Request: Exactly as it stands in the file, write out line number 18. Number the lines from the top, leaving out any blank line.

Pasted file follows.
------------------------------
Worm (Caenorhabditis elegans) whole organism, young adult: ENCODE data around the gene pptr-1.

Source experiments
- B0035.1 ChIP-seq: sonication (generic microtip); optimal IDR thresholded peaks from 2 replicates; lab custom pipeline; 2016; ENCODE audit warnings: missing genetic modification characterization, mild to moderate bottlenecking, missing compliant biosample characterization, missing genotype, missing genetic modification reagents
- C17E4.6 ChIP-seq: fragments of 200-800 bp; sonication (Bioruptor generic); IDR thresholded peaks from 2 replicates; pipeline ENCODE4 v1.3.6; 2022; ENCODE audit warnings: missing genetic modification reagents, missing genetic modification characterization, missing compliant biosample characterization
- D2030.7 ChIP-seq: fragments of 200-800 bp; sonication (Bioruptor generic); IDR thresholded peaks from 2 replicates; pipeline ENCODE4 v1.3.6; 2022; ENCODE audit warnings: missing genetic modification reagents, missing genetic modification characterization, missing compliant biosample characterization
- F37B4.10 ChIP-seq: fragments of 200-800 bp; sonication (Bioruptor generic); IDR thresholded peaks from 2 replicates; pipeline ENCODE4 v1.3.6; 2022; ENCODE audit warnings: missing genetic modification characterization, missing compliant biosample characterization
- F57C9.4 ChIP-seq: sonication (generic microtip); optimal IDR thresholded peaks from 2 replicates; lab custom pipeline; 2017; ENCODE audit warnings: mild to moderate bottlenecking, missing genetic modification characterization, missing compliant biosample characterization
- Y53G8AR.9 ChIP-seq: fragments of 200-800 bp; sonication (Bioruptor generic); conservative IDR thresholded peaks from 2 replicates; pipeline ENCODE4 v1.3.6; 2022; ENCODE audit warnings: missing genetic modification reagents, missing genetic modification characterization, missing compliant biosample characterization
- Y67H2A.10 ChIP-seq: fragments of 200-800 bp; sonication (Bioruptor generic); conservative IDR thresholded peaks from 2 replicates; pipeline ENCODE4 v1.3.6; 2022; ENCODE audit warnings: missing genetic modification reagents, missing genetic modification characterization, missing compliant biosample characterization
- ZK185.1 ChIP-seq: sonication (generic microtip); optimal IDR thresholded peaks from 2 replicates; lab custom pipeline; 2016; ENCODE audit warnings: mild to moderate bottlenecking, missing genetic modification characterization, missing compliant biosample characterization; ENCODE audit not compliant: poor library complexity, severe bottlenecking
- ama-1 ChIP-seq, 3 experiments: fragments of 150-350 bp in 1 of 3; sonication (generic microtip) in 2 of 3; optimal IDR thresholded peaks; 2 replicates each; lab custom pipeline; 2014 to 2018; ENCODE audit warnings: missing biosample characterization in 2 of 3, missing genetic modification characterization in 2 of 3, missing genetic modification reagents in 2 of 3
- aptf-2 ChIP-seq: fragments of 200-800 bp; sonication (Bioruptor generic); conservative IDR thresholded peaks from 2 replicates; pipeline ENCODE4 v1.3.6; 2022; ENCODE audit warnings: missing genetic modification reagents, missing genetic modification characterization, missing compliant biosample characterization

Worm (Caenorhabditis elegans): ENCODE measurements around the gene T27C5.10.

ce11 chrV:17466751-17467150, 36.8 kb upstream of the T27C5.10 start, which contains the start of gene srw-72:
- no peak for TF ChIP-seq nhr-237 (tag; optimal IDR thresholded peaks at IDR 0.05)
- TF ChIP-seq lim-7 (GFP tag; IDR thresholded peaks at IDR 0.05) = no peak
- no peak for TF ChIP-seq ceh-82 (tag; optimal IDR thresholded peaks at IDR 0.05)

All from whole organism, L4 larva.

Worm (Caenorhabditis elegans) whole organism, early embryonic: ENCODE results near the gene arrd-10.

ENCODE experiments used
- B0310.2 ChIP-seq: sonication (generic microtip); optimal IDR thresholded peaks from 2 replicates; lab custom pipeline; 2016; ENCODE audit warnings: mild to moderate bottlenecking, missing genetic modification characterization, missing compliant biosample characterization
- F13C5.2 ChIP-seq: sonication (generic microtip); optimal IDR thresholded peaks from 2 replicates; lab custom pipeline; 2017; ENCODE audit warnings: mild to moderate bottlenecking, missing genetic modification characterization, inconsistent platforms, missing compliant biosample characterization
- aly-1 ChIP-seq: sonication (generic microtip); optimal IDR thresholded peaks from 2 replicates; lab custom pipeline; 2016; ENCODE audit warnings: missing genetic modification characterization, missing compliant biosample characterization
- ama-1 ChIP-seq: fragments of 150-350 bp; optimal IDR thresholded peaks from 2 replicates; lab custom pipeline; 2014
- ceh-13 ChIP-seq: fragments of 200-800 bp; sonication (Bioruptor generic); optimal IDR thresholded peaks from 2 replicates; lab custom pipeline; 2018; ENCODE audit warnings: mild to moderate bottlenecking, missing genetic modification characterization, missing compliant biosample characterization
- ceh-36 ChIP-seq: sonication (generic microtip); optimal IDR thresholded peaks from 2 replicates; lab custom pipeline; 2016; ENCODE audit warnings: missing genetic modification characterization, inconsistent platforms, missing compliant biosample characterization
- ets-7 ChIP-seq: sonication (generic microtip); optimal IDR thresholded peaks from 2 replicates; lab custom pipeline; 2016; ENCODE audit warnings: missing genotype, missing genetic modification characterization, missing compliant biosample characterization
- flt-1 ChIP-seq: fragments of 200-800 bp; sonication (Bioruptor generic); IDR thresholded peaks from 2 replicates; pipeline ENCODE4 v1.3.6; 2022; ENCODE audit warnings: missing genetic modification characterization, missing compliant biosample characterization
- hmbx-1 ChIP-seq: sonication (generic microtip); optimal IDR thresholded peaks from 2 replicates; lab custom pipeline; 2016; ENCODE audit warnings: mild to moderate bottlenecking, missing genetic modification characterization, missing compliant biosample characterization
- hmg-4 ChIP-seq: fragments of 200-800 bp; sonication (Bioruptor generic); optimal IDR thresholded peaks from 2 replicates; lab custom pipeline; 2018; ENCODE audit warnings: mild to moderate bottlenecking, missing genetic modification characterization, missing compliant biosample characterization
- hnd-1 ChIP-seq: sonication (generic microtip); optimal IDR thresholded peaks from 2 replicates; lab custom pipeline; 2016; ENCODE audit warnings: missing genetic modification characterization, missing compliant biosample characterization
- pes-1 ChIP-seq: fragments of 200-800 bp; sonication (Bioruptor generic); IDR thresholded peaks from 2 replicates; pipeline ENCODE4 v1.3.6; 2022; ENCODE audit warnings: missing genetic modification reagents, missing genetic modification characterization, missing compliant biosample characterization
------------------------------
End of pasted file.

All from whole organism, L4 larva.